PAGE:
A meta-analysis on the validity of personality tests used for personnel selection : a thesis presented in partial fulfilment of the requirements for the degree of Master of Science in psychology at Massey University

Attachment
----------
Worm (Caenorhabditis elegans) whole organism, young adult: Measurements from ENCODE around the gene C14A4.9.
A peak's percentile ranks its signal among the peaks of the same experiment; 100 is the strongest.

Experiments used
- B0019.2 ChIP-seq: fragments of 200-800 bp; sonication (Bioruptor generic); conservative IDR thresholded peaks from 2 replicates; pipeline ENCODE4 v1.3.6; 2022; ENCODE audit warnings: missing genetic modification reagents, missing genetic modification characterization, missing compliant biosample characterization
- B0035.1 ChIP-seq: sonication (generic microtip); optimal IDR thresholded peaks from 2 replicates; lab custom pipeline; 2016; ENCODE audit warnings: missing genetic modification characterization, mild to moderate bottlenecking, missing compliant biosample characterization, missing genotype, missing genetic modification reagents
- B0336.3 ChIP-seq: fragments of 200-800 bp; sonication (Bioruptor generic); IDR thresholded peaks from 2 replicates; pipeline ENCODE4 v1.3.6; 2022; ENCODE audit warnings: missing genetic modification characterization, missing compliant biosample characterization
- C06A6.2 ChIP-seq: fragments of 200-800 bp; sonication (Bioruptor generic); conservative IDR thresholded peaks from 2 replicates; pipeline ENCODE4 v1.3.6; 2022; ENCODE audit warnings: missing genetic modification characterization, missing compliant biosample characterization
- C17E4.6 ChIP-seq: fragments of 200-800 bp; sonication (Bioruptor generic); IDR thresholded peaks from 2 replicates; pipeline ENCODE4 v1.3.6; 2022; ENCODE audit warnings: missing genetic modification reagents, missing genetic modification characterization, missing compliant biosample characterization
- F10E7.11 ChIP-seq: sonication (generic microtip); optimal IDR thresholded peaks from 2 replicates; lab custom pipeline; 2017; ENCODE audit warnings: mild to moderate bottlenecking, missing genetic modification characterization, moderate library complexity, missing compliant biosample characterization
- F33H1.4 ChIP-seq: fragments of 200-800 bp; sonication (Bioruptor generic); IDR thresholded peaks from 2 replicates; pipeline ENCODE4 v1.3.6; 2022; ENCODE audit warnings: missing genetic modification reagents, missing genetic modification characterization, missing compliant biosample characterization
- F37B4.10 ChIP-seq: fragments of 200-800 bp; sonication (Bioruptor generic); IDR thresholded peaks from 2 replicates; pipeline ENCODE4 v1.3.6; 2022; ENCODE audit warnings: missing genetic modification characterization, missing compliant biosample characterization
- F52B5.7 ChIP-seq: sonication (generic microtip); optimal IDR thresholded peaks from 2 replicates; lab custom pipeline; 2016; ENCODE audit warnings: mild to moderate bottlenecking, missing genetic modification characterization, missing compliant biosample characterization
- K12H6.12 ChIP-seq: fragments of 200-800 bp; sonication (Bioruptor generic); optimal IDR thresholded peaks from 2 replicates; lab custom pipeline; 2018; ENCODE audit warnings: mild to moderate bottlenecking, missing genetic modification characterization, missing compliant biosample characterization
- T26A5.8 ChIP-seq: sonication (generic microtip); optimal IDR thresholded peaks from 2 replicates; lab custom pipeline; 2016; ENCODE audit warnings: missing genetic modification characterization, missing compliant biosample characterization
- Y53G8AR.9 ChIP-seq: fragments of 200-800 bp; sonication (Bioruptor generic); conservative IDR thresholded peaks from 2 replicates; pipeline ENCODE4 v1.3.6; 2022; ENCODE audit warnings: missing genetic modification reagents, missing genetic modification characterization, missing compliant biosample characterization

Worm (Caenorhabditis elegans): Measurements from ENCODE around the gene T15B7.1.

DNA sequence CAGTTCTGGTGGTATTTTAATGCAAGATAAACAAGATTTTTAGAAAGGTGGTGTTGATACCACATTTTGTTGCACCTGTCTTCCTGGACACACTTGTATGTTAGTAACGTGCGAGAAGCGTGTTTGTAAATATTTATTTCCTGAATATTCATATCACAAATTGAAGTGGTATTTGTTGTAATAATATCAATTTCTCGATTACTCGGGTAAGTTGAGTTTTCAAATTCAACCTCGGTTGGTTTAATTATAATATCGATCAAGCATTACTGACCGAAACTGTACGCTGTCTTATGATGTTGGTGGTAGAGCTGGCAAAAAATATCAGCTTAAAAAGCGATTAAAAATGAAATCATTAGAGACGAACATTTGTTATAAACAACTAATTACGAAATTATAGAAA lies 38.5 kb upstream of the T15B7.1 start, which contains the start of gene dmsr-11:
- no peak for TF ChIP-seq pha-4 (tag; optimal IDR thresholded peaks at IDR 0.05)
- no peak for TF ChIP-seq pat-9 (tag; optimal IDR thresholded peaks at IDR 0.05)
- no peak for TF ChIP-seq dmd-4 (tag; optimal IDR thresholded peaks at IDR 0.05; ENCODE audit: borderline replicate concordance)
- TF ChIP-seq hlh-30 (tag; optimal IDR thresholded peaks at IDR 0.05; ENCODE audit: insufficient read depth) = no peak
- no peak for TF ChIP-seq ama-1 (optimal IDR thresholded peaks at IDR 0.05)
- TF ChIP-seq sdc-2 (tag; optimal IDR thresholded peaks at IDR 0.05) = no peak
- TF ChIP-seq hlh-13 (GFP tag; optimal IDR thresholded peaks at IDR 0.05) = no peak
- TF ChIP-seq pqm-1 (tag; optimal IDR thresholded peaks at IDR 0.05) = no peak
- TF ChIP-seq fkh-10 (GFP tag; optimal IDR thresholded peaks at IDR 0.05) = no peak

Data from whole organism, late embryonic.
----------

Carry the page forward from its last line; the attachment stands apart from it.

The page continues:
For decades, personality tests have been commonly used as one of the tools for personnel selection. However, through the use of various validity generalization techniques, researchers have claimed that they have very poor validity in predicting job performance. These claims were made by Guion and Gottier (1965), Ghiselli (1973), and Schmitt, Gooding, Noe and Kirsch (1984). Each of these researchers used different statistical techniques and methodologies to reach their conclusions. The latest study by Schmitt et al. (1984), used a statistical validity generalization technique called meta-analysis. Based on data collected from only two journal publications they claimed that personality tests had a validity of .15. The present study tested the conclusions of the Schmitt et al. (1984) study, by re-analysing the same data using a more accurate meta-analysis technique and by incorporating a larger data base. In addition to this, any new data from 1952 up to 1990 was included in an overall analysis to find out the current validity of personality tests. A flexible coding technique which interacted with a computerised data base allowed any combination of data to be separately analysed. This made it possible to discover which types of personality tests worked best in differing situations such as different sample types and criterion measures. Results of the Schmitt et al. (1984) re-analysis showed that by correcting coefficients for unreliability, the overall validity was significantly higher than the Schmitt et al. (1984) result. A separate analysis revealed that vocational tests had the highest validity of the six personality test types. The sample-types with the highest validities were Supervisory and Skilled workers. The best criterion-types were in the "Other" category whereby measures were developed specifically for the type of job. The overall analysis incorporating 38 years of research showed that personality tests had a validity of .22. This was significantly higher than the figure quoted by Schmitt et al. (1984). Results showed that personality tests in their present state are generally poor predictors of job performance, however when they are modified to become more job specific, their validity improves. It is suggested that in the future, personality tests should be specifically designed for the purpose of personnel selection and for specific jobs.